Stephen Conroy has expressed admiration for what he termed as Google’s role in suppressing controversial web content in China, Thailand and other countries.
In the latest twist over his controversial Web filtering scheme, Communications Minister Stephen Conroy has expressed admiration for what he termed as Google’s role in suppressing controversial Web content in countries like China, Thailand, and elsewhere – and confirmed he is trying to use similar filtering to prevent Australians from viewing offensive content via Google-owned YouTube.
Calling the company “probably the world’s leading deep packet filterer, unbeknownst to most people,” Conroy told a Senate Estimates committee that he was discussing the possibility of getting Google to filter refused-classification materials from its YouTube video sharing site. “They have experience in blocking material in other countries at the behest of governments, including China, Thailand and a number of other countries," he added.
Google, however, is having none of it, denying both Conroy’s claims about deep-packet filtering and suggestions it would voluntarily filter RC content. “We don’t believe the comparisons between how China filters the Internet, and how Australia is looking at it, are relevant,” Google Australia head of policy Iarla Flynn told APCmag.com.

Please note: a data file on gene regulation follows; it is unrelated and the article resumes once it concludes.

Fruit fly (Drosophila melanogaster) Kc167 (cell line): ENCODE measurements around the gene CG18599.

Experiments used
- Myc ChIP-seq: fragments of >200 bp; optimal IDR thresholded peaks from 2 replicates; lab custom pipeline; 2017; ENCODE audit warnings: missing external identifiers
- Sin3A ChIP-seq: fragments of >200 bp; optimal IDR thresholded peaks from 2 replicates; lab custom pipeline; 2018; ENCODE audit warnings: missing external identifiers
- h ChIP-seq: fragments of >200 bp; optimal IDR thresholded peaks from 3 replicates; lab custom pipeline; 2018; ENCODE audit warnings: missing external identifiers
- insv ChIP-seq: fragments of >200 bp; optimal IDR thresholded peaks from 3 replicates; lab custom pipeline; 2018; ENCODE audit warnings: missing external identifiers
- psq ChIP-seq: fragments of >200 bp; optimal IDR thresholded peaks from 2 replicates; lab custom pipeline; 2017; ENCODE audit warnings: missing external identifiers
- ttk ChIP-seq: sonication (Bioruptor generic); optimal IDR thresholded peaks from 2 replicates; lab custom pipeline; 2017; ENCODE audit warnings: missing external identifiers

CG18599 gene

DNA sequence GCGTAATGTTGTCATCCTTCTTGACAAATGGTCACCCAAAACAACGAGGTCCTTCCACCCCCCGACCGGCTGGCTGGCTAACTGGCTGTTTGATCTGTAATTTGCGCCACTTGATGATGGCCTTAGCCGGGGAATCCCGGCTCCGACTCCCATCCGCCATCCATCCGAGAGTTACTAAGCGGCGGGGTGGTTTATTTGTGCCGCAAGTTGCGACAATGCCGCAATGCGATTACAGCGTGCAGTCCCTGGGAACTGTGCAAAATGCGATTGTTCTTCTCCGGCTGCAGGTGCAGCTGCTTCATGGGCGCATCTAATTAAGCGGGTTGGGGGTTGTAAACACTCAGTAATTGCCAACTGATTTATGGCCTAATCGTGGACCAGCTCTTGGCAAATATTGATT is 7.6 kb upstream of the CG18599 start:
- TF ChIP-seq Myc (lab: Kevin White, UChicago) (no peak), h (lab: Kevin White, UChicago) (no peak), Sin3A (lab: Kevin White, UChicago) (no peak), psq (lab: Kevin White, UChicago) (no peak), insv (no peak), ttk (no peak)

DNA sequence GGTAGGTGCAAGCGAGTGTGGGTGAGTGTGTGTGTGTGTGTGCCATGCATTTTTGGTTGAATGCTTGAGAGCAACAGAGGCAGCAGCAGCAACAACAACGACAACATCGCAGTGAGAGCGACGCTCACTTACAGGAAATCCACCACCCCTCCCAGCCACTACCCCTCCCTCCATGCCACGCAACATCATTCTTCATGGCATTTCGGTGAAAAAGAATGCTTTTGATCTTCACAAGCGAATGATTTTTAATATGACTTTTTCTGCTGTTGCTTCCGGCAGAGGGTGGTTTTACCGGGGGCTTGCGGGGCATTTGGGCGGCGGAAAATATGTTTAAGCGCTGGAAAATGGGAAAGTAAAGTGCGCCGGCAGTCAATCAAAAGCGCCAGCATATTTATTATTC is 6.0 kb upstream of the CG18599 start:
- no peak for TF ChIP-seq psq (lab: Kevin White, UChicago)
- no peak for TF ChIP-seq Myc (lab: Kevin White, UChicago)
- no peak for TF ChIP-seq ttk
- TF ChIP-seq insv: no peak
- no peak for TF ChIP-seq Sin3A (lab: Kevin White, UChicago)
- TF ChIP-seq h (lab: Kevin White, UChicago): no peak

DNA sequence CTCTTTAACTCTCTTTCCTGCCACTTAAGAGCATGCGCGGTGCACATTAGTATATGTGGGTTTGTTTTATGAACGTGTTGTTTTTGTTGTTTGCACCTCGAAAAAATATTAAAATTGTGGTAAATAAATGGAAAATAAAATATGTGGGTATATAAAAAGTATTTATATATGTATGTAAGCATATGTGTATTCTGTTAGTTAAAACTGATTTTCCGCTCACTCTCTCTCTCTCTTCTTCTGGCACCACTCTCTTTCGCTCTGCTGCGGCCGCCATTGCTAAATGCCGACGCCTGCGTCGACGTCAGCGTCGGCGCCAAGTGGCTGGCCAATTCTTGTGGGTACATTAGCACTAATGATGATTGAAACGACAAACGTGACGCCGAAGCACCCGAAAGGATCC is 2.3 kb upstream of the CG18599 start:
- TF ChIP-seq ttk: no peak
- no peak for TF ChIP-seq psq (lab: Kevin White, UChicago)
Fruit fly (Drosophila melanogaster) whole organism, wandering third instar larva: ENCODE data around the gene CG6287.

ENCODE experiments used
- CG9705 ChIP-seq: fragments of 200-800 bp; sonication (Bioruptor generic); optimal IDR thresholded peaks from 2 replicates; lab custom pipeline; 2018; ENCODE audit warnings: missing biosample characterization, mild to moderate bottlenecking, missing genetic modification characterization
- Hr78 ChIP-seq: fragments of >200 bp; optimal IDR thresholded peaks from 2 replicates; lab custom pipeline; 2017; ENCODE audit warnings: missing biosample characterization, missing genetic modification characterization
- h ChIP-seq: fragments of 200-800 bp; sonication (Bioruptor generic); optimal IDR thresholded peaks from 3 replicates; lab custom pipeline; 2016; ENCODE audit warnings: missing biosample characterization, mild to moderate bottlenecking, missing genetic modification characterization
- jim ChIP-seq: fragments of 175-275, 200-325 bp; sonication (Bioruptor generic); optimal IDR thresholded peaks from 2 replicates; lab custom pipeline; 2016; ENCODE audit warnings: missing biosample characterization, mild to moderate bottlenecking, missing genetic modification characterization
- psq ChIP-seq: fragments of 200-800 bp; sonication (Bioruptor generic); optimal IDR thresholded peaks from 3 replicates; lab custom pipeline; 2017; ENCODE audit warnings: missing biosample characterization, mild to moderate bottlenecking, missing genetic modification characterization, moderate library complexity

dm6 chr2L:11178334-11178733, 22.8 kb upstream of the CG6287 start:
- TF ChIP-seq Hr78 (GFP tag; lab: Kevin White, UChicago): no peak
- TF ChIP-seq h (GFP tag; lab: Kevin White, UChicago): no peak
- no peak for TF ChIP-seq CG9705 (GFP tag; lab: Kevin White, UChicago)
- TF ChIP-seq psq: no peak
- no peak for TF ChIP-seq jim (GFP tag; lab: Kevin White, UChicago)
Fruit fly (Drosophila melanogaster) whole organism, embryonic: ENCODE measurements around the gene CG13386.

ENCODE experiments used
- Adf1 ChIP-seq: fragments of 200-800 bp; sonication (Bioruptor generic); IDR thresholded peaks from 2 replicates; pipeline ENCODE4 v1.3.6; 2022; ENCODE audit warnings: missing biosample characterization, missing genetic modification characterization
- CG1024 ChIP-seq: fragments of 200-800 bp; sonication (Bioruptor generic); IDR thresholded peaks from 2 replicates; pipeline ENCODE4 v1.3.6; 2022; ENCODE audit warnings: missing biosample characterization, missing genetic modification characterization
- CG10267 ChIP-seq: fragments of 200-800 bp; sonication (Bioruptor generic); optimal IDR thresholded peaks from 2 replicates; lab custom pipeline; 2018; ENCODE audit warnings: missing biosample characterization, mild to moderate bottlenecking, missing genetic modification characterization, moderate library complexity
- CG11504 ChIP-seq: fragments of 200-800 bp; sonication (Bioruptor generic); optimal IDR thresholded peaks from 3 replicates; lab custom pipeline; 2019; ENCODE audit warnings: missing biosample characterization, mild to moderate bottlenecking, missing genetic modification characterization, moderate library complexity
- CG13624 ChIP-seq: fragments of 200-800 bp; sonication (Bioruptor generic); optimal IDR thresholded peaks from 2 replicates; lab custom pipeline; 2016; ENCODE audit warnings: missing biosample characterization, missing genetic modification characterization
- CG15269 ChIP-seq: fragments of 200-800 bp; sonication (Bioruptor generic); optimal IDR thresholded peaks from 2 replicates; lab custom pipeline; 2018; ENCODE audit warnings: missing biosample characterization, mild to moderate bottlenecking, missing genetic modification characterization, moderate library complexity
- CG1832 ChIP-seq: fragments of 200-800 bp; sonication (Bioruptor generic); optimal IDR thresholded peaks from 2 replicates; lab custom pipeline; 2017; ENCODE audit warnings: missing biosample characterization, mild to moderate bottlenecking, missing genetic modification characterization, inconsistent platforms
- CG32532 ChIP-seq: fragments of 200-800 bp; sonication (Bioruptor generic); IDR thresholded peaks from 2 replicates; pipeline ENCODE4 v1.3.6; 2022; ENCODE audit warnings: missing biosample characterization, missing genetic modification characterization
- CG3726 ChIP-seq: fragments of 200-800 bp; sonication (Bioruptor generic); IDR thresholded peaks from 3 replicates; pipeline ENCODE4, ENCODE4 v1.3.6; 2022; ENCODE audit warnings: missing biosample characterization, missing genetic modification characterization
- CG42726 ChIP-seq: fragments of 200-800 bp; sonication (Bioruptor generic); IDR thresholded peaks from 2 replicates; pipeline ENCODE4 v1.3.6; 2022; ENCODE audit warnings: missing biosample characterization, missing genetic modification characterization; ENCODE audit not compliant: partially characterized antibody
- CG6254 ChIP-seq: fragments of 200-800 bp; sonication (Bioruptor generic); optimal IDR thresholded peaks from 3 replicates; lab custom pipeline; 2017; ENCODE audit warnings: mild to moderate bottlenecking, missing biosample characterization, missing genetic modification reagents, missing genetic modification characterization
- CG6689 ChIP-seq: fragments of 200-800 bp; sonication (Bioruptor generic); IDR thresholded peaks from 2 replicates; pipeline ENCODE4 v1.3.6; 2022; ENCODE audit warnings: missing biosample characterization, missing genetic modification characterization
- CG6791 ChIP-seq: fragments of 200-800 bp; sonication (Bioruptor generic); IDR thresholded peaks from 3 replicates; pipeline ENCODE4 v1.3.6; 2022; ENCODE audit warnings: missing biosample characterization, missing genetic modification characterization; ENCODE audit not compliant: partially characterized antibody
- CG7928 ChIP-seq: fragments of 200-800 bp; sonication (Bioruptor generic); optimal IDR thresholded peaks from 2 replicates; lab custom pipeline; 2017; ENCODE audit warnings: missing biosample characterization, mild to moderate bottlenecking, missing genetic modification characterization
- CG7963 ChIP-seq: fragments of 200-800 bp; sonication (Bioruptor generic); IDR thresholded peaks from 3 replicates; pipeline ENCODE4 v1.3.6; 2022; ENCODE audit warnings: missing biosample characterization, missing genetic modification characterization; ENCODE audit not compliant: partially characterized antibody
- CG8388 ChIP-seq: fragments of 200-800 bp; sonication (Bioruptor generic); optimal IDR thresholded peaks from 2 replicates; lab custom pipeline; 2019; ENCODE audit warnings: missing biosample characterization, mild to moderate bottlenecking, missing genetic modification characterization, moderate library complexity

“Our view is that the scope of the Refused Content is simply too broad,” he continued. “It covers everything from child sexual abuse material to the very grey realms of social and politically controversial materials. YouTube is not for hate speech or pornography, and there are millions of people looking at our videos who can flag any video [as offensive]. But we cannot give assurances that we would voluntarily filter all refused classification content from YouTube.”
Although he added that Google “is committed to complying with relevant law in the countries we operate in”, Flynn would not be drawn on Google’s likely course of action should Conroy’s filter be passed as a legal requirement in Australia.
The difference of opinion between Google and Conroy isn’t the only inconsistency with his earlier statements: Conroy’s representation to the committee also contradicted his December statements that the filter would not affect Internet performance – a conclusion he has argued was supported by the Enex Test laboratory report into last year’s filter trials.
In his latest comments, however, Conroy acknowledged that extending an ISP-level content filter to cover YouTube content would have performance implications – which explains why he is hoping Google will voluntarily do the job for him. Google’s has well-known bias in favour of freedom of expression, including its recent ultimatum to the Chinese government, saying that it would no longer filter web results there and would rather pull out of China altogether. There was no indication what inducements Conroy has offered the company to see things his way.
The news comes, ironically, as Google and other organisations commemorate today as Safer Internet Day.
Conroy’s Internet filtering policy that has sparked widespread criticism and international human rights concerns, and fuelled planned protests on March 6 throughout Australia’s capital cities.